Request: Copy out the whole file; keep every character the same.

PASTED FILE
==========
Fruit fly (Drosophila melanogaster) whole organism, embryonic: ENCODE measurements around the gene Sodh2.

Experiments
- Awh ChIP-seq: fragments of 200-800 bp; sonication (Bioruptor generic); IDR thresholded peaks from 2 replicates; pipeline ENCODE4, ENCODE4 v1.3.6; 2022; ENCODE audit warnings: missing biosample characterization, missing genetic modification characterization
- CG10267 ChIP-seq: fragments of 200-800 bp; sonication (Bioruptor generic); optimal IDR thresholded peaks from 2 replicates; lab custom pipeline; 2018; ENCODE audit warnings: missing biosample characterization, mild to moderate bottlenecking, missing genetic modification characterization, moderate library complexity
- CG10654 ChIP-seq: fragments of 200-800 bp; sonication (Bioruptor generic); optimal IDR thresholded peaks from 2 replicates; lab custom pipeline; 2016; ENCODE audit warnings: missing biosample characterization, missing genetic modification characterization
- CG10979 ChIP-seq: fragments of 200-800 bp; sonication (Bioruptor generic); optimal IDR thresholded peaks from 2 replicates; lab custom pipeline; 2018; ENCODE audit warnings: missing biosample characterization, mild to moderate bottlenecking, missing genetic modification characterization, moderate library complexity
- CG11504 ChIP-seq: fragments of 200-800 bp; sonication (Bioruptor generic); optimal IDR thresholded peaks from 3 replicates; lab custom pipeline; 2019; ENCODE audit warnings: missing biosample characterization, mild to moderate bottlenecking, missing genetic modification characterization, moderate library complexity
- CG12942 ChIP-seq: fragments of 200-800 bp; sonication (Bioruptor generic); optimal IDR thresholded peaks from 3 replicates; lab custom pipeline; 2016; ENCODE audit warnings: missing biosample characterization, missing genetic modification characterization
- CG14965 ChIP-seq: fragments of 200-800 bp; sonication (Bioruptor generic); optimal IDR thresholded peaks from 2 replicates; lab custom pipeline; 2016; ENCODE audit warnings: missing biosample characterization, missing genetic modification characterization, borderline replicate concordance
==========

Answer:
Fruit fly (Drosophila melanogaster) whole organism, embryonic: ENCODE measurements around the gene Sodh2.

Experiments
- Awh ChIP-seq: fragments of 200-800 bp; sonication (Bioruptor generic); IDR thresholded peaks from 2 replicates; pipeline ENCODE4, ENCODE4 v1.3.6; 2022; ENCODE audit warnings: missing biosample characterization, missing genetic modification characterization
- CG10267 ChIP-seq: fragments of 200-800 bp; sonication (Bioruptor generic); optimal IDR thresholded peaks from 2 replicates; lab custom pipeline; 2018; ENCODE audit warnings: missing biosample characterization, mild to moderate bottlenecking, missing genetic modification characterization, moderate library complexity
- CG10654 ChIP-seq: fragments of 200-800 bp; sonication (Bioruptor generic); optimal IDR thresholded peaks from 2 replicates; lab custom pipeline; 2016; ENCODE audit warnings: missing biosample characterization, missing genetic modification characterization
- CG10979 ChIP-seq: fragments of 200-800 bp; sonication (Bioruptor generic); optimal IDR thresholded peaks from 2 replicates; lab custom pipeline; 2018; ENCODE audit warnings: missing biosample characterization, mild to moderate bottlenecking, missing genetic modification characterization, moderate library complexity
- CG11504 ChIP-seq: fragments of 200-800 bp; sonication (Bioruptor generic); optimal IDR thresholded peaks from 3 replicates; lab custom pipeline; 2019; ENCODE audit warnings: missing biosample characterization, mild to moderate bottlenecking, missing genetic modification characterization, moderate library complexity
- CG12942 ChIP-seq: fragments of 200-800 bp; sonication (Bioruptor generic); optimal IDR thresholded peaks from 3 replicates; lab custom pipeline; 2016; ENCODE audit warnings: missing biosample characterization, missing genetic modification characterization
- CG14965 ChIP-seq: fragments of 200-800 bp; sonication (Bioruptor generic); optimal IDR thresholded peaks from 2 replicates; lab custom pipeline; 2016; ENCODE audit warnings: missing biosample characterization, missing genetic modification characterization, borderline replicate concordance